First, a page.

I teach classical guitar, electric guitar and electric bass guitar to all ages and levels. For children ages 4-8, I recommend starting on the classical guitar using the Suzuki Method. To learn more about the Suzuki Method on the Classical Guitar go the Suzuki Guitar section.
To be honest, when it comes to beginners of any age, I recommend starting on the classical guitar for a variety of reasons. I find that studying classical guitar, regardless of personal music preferences gives the beginning guitar student a solid technical and musical foundation as well as a clear path of development which I think every student needs initially. Transitioning to other styles actually becomes easier with this foundation in place. To learn more about guitar types, their uses and sizing please reference my Guitar Types page.
Check out a couple videos of my past students below. The first is Mia playing a beautiful rendition of Valse Espagnol from Suzuki Book 5 and the last is Benjamin who I taught for 14 years who started on Classical as a Suzuki Student and has now become quite an electric guitar player. He still plays classical.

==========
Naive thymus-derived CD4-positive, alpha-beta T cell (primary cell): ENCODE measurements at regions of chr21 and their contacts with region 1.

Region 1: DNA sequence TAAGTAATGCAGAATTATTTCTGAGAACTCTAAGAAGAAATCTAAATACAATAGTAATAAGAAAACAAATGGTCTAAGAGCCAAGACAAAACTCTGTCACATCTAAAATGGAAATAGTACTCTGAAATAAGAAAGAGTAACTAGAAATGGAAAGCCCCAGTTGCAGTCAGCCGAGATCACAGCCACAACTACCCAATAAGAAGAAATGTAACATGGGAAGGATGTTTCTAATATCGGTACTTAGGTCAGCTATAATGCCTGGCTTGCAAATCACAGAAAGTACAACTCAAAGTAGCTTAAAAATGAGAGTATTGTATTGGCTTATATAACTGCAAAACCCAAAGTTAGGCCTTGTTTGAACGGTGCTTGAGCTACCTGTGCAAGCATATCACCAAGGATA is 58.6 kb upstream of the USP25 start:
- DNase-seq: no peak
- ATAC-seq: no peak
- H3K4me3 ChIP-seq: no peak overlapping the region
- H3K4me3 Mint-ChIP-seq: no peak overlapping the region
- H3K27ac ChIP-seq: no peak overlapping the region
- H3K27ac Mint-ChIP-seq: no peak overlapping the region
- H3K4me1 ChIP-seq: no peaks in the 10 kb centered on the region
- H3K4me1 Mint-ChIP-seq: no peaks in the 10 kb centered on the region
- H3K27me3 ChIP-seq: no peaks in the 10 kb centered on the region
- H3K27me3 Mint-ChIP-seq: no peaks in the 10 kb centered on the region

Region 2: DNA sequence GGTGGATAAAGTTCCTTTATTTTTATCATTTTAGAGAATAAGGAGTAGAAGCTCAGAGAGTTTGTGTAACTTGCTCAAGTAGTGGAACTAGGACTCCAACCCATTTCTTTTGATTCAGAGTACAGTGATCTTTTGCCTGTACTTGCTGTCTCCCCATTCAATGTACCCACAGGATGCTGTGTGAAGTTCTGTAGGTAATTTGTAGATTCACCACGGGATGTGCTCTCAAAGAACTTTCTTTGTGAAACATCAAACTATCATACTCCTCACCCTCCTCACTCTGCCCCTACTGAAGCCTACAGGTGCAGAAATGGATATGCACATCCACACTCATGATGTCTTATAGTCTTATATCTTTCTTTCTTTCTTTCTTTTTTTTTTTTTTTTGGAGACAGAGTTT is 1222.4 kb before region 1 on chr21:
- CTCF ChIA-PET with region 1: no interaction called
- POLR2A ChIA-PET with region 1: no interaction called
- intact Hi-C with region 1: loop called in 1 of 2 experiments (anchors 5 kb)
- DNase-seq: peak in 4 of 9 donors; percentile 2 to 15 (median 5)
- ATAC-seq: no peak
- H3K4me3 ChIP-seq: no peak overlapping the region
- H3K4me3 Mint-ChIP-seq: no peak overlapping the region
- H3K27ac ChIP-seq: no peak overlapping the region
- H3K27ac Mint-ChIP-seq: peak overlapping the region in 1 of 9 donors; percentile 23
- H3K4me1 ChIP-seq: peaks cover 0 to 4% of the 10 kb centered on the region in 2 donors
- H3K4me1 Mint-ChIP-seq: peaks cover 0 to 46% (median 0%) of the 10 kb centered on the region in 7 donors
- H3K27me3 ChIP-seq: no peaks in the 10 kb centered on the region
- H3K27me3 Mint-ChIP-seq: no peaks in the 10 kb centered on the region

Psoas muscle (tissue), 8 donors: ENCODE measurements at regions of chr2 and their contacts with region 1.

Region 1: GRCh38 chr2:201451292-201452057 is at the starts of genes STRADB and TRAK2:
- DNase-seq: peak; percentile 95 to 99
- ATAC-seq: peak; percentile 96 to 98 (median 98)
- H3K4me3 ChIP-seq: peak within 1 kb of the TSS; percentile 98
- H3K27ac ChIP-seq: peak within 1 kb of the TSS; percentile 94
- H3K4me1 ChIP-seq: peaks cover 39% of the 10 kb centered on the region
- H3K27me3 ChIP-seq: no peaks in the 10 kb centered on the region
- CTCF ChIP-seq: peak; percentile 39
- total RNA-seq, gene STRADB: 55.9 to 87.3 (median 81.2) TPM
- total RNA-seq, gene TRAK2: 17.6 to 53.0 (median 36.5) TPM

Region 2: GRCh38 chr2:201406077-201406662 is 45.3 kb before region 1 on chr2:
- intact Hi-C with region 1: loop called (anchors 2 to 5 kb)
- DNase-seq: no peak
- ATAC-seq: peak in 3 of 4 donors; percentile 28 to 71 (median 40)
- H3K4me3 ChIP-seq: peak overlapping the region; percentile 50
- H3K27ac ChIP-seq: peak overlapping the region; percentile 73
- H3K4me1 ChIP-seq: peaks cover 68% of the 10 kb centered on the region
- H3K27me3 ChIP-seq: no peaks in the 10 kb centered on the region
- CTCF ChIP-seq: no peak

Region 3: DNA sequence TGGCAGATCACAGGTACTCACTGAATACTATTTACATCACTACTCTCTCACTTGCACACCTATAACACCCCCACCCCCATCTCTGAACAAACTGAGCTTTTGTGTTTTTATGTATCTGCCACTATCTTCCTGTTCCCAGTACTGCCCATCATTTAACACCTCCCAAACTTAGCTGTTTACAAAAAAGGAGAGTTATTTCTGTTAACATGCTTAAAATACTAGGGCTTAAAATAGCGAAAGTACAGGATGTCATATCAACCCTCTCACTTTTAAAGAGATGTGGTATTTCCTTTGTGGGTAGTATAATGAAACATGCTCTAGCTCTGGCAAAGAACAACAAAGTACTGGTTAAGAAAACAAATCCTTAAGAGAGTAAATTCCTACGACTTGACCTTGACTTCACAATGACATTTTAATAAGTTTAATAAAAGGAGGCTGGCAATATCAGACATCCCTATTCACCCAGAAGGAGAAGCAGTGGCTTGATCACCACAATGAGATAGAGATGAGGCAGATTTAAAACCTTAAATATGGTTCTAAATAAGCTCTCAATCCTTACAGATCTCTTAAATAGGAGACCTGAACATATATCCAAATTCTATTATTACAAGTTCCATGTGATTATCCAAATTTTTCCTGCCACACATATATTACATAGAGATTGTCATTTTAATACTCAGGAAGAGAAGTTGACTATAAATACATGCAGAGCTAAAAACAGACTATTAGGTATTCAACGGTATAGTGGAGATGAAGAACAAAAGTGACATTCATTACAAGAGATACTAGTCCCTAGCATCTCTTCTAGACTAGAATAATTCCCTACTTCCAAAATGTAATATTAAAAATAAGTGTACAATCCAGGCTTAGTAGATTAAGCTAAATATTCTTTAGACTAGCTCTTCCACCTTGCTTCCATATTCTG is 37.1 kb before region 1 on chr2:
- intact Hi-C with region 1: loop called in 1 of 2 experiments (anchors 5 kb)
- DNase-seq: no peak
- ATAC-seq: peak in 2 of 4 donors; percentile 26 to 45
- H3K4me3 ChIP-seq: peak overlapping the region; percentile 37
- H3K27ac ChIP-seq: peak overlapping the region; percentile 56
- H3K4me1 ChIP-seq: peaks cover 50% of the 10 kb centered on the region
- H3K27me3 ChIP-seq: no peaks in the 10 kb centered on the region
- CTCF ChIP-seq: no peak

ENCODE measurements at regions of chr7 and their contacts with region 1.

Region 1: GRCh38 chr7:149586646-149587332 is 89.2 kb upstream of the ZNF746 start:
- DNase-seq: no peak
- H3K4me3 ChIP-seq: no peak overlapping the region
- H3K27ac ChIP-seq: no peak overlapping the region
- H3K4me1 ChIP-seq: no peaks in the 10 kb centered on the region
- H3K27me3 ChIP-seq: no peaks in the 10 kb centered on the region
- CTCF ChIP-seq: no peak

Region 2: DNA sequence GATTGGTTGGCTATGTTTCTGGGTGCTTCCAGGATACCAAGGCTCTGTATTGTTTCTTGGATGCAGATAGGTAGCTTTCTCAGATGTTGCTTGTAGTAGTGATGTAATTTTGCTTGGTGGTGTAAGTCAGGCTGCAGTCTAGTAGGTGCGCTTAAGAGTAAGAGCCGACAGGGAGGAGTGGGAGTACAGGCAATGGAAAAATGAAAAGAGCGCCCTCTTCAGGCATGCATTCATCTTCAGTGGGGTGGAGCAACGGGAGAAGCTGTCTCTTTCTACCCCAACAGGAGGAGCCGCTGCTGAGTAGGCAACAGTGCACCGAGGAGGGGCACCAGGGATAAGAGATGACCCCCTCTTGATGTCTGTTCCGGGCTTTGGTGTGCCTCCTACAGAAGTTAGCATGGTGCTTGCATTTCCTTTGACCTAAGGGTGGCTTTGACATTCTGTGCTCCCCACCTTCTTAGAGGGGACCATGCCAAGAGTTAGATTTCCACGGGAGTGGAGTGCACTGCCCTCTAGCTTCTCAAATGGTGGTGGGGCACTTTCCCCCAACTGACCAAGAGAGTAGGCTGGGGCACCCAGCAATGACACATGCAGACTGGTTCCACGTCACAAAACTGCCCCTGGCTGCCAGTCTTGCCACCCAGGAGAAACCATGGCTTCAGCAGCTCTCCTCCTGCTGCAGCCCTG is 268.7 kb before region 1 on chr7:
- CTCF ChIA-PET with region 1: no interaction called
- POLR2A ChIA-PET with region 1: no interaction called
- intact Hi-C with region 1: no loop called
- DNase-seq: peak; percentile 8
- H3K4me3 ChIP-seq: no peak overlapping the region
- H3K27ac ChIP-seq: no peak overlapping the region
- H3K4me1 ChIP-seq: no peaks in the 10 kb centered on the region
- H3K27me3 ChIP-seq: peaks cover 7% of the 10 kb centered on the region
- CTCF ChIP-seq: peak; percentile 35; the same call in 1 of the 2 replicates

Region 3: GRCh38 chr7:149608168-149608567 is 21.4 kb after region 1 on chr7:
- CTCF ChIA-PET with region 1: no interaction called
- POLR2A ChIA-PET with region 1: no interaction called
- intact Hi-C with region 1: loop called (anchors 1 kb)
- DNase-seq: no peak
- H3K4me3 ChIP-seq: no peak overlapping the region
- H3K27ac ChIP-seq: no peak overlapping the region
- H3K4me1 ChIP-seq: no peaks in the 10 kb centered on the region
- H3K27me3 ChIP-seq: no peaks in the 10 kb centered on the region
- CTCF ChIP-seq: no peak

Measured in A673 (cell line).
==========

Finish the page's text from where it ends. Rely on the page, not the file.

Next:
The Suzuki Method of music learning or more properly known as the Mother-Tongue Approach to music learning was developed in post war Japan by Shin'ichi Suzuki who was looking for a way to teach a 4 year old how to play the violin. His lightning bolt moment came when he realized that all children are fluent in their mother-tongue before they learn to read and that the home environment was the most powerful tool in the development of ability in children. He postulated that ability and talent were not inborn as a function of genetics but rather, having the activity within the home cultural environment. The parent plays a critical role in the Mother-Tongue Approach as the parent will assist with the child's practice in the beginning. It would be a monumental task to describe in full all the aspects of this approach therefore if you truly are interested in doing this with your child, I recommend calling the studio and discussing details with me and then arranging to come and observe a lesson. I will not take on anyone who does not come to observe nor should you sign you sign up for lessons with anyone who does not allow that. Observation is in yours and your child's best interest as well as mine because it helps determine if I am a good fit for you and your child. Some resources you might check out are Nurtured by Love by Shin'ichi Suzuki and Ability Development from age Zero by the same. Also, I am a huge fan of Malcolm Gladwell's book, Outliers.